Cancer cells experience increased levels of oxidant stress as a consequence of oncogene activation, nucleotide biosynthesis, and growth factor receptor signaling. Mitochondria contribute to this redox stress by generating reactive oxygen species (ROS) along the electron transport chain (ETC), which are released to the matrix and the intermembrane space (IMS). Assessing the contribution of mitochondrial ROS in cancer cells is technically difficult, as ETC inhibitors can increase or decrease ROS generation, while they also block oxidative phosphorylation and ATP synthesis. Mitochondria-targeted antioxidant compounds can scavenge ROS in the matrix compartment, but do not act on ROS released to the intermembrane space. We assessed the importance of mitochondrial ROS for tumor cell proliferation, survival, and for tumor xenograft growth by stably expressing a hydrogen peroxide (H2O2) scavenger, peroxiredoxin-5, in the mitochondrial IMS (IMS-Prdx5) in 143B osteosarcoma and HCT116 colorectal cancer cell lines. IMS-Prdx5 attenuates hypoxia-induced ROS signaling as assessed independently in cytosol and IMS, HIF-1α stabilization and activity, and cellular proliferation under normoxic and hypoxic culture conditions. It also suppressed tumor growth in vivo. Stable expression of non-degradable HIF-1α only partially rescued proliferation in IMS-Prdx5-expressing cells, indicating that mitochondrial H2O2 signaling contributes to tumor cell proliferation and survival through HIF-dependent and HIF-independent mechanisms.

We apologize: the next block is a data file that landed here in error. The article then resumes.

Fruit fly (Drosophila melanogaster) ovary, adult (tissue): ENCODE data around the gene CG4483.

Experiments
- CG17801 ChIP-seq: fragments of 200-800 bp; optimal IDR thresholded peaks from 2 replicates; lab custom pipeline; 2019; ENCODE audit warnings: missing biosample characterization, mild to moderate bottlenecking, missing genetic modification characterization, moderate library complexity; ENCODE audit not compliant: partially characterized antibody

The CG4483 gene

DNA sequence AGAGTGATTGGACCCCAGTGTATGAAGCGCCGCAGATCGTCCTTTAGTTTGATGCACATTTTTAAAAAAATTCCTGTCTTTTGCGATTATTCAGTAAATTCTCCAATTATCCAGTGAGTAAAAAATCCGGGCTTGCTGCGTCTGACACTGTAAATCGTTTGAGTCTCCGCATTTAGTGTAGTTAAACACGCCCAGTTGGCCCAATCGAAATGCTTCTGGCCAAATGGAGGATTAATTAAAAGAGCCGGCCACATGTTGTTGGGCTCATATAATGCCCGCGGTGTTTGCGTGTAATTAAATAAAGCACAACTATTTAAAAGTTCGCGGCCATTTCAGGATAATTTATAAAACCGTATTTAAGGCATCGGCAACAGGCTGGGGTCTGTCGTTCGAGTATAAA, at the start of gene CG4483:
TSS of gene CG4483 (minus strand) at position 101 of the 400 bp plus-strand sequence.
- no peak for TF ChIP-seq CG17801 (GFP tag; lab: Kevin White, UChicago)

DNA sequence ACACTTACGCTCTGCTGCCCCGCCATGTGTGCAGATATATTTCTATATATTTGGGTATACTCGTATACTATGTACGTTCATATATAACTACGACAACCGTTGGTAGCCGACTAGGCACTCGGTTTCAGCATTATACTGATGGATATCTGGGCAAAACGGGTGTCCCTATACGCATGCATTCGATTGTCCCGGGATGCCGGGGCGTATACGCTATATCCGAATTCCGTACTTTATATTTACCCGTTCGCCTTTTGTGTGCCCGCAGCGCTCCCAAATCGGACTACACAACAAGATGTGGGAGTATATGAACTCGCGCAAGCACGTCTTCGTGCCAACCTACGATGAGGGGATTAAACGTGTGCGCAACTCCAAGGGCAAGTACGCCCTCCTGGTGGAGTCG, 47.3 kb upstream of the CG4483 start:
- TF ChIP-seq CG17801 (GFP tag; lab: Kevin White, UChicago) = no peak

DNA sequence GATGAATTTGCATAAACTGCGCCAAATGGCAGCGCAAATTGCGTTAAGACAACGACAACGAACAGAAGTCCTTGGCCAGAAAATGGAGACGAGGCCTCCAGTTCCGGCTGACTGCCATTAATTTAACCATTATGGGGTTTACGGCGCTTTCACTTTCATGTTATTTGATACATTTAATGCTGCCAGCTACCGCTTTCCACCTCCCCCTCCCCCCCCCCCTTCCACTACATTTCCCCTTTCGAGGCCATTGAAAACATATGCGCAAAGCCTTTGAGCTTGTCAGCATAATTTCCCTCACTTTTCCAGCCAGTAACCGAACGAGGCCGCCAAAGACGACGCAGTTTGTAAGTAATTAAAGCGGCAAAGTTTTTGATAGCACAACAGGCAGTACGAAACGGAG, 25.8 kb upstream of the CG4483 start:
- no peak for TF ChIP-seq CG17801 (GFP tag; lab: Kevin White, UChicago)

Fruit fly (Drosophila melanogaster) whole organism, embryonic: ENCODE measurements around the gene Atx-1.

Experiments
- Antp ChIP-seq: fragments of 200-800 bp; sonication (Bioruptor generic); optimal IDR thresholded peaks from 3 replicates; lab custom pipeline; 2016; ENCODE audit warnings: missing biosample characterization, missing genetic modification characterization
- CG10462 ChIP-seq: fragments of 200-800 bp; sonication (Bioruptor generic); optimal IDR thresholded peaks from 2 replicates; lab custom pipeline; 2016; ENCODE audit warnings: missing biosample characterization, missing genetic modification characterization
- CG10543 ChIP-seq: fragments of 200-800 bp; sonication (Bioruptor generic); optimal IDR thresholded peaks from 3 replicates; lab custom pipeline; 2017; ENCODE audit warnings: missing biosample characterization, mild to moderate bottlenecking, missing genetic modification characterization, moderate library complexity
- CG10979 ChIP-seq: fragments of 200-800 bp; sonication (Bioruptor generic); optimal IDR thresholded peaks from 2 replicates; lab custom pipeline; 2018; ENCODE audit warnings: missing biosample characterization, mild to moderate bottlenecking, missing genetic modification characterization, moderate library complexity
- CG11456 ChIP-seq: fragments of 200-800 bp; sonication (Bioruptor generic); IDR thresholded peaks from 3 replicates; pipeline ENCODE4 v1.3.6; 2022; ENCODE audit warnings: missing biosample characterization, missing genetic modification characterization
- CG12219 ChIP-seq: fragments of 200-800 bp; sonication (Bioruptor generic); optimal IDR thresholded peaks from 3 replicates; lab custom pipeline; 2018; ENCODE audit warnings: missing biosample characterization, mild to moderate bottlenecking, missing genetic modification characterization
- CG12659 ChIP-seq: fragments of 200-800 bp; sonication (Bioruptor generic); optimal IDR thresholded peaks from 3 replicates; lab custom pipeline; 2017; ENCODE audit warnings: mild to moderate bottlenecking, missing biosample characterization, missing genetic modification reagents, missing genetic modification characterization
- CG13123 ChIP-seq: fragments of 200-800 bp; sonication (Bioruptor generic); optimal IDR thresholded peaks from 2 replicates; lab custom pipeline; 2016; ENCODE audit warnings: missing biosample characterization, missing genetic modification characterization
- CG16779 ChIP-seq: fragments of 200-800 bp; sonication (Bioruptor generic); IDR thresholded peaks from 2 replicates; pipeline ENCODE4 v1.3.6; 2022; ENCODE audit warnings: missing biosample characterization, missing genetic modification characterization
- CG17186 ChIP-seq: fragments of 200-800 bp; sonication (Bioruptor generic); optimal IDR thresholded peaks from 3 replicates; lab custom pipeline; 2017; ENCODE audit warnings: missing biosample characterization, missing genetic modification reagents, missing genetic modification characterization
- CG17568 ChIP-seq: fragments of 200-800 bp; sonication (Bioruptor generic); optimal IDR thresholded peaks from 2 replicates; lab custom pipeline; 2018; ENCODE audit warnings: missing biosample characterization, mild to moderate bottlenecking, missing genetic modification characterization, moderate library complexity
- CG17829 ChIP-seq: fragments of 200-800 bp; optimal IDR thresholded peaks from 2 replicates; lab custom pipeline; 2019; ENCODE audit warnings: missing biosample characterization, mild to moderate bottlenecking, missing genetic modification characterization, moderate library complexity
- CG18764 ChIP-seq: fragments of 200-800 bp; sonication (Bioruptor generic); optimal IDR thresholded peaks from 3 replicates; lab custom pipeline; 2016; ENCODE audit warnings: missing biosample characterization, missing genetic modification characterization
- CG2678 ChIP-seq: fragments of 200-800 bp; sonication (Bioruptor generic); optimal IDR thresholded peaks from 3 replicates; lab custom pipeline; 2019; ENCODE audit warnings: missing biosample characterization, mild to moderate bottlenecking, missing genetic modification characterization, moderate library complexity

Keywords:  Hypoxia-Inducible Factor-1; Reactive oxygen species; cancer; mitochondrial intermembrane space; peroxiredoxin-5; redox signaling
  12. EMBO Rep. 2023 Mar 20. e55760
      Mitochondria play central roles in cellular energy production and metabolism. Most proteins required to carry out these functions are synthesized in the cytosol and imported into mitochondria. A growing number of metabolic disorders arising from mitochondrial dysfunction can be traced to errors in mitochondrial protein import. The mechanisms underlying the import of precursor proteins are commonly studied using radioactively labeled precursor proteins imported into purified mitochondria. Here, we establish a fluorescence-based import assay to analyze protein import into mitochondria. We show that fluorescently labeled precursors enable import analysis with similar sensitivity to those using radioactive precursors, yet they provide the advantage of quantifying import with picomole resolution. We adapted the import assay to a 96-well plate format allowing for fast analysis in a screening-compatible format. Moreover, we show that fluorescently labeled precursors can be used to monitor the assembly of the F1 F0 ATP synthase in purified mitochondria. Thus, we provide a sensitive fluorescence-based import assay that enables quantitative and fast import analysis.
    Keywords:  fluorescent precursor; in vitro import; mitochondria; presequence pathway; protein import
  13. Biochem Soc Trans. 2023 Mar 24. pii: BST20220317. [Epub ahead of print]